General Laws c. 233, § 79G provides that reports like Cotter's are admissible. In pertinent part, [Note 5] it provides:

"In any proceeding commenced in any court . . . , any report of any examination of said injured person, including, but not limited to hospital medical records subscribed and sworn to under the penalties of perjury by the physician . . . , shall be admissible as evidence of . . . the necessity of such services or treatments, the diagnosis of said physician . . . , the prognosis of such physician . . . , the opinion of such physician . . . as to proximate cause of the condition so diagnosed, the opinion of such physician . . . as to disability or incapacity, if any, proximately resulting from the condition so diagnosed . . . ."

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The nurse practitioner in this case was a physician as defined by G.L. c. 233, § 79G because the term "physician" is broadly defined and "shall include chiropodists, chiropractors, optometrists, osteopaths, physical therapists, podiatrists, psychologists and other medical personnel licensed to practice under the laws of the jurisdiction within which such services were rendered" (emphasis added). Id. See Commonwealth v. Palacios, 90 Mass. App. Ct. 722, 726 (2016) (EMT reports qualified as admissible opinion of "physician" under § 79G). Cotter testified that she was required to be and was licensed by the Commonwealth at the time she examined Joyce; she was, therefore, a "physician" as defined by the statute. There is no requirement in the statute that the physician be a "treating" physician or that the examination be for "treatment" purposes.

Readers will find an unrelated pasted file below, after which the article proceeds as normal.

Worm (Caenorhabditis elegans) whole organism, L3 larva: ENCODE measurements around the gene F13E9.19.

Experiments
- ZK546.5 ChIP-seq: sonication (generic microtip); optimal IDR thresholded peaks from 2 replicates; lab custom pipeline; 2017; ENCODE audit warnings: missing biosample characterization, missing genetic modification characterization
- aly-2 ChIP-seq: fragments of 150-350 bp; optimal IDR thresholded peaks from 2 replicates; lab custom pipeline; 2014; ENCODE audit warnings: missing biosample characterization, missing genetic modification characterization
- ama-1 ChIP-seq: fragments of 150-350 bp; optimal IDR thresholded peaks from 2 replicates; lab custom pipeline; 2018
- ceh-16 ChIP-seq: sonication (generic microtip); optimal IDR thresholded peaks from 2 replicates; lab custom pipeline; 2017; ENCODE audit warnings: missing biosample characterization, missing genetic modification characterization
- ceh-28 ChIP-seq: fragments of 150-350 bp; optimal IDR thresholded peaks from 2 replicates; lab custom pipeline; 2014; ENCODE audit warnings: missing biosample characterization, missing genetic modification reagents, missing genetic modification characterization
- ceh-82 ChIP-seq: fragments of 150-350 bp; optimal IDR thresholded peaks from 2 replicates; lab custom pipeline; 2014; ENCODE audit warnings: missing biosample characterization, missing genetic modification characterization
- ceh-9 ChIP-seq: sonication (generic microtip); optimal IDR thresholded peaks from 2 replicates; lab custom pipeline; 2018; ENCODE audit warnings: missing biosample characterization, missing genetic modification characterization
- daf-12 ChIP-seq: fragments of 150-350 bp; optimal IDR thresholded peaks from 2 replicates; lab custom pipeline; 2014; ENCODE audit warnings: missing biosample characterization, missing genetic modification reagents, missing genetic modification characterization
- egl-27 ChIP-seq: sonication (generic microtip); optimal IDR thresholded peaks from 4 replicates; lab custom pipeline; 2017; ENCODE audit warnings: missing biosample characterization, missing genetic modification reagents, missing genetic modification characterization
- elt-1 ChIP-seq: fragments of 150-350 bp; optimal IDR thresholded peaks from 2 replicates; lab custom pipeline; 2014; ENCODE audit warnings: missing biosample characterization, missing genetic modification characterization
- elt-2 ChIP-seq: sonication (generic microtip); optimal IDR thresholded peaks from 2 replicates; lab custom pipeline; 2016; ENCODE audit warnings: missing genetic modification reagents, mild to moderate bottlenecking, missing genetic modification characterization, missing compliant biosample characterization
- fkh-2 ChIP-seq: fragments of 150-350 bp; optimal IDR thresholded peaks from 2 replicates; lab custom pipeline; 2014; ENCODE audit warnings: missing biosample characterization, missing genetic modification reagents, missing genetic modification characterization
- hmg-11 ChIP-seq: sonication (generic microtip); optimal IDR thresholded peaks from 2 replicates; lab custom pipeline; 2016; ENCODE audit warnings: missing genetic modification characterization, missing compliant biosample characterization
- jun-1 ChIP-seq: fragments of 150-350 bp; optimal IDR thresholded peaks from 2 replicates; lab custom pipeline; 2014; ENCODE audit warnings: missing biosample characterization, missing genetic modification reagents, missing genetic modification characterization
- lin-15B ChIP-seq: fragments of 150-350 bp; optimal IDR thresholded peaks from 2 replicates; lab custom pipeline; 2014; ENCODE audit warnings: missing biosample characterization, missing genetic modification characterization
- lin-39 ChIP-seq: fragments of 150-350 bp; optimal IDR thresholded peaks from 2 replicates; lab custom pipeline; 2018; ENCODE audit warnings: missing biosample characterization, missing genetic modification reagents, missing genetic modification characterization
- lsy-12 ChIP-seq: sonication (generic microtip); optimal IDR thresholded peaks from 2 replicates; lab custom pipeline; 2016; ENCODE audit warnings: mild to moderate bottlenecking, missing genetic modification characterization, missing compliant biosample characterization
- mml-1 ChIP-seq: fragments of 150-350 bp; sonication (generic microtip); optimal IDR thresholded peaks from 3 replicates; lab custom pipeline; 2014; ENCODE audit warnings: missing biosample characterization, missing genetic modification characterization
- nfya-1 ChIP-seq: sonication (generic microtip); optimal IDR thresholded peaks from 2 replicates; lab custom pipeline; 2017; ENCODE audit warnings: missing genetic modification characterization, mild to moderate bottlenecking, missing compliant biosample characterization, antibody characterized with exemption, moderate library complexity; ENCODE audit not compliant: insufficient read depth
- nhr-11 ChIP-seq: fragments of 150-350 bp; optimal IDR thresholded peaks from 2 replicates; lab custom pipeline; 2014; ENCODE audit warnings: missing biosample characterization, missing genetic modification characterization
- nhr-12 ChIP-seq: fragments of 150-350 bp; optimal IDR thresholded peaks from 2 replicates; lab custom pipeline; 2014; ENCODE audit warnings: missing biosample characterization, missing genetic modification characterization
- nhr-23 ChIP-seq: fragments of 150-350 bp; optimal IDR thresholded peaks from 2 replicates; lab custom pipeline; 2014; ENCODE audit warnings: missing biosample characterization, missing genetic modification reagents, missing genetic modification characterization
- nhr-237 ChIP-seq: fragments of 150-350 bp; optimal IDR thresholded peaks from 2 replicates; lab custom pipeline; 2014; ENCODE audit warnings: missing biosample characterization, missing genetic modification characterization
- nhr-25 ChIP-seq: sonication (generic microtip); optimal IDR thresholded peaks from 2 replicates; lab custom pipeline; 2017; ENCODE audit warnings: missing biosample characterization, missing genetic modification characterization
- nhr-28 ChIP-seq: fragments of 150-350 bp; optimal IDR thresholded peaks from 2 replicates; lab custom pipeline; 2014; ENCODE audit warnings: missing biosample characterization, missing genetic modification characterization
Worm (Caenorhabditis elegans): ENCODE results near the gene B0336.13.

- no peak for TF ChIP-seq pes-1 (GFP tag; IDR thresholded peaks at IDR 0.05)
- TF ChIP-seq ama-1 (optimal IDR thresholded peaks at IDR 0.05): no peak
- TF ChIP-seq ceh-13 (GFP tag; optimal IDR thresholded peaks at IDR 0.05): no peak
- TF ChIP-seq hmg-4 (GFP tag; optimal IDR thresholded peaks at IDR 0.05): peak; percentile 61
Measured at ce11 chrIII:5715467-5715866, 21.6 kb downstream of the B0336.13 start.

Joyce cites Ortiz v. Stein, 31 Mass. App. Ct. 643 (1991) for the proposition that a report of an examination must be for the purpose of rendering medical treatment in order to be admissible under the statute. We do not read the holding of Ortiz to include such a requirement. The affidavit deemed inadmissible by the Appeals Court in Ortiz contained the opinion of a physician who neither treated nor examined the injured party. "If each word of [G.L. c. 233, § 79G] is to be given force and effect (Citation omitted.), the reference to the ‘report of any examination . . . subscribed . . . by the physician . . . rendering such services . . .' limits the admissible reports to those authored by a physician who treated or examined the injured person in question" (emphasis added). Id. at 644-645. There is no additional holding that the examination be in contemplation of treatment.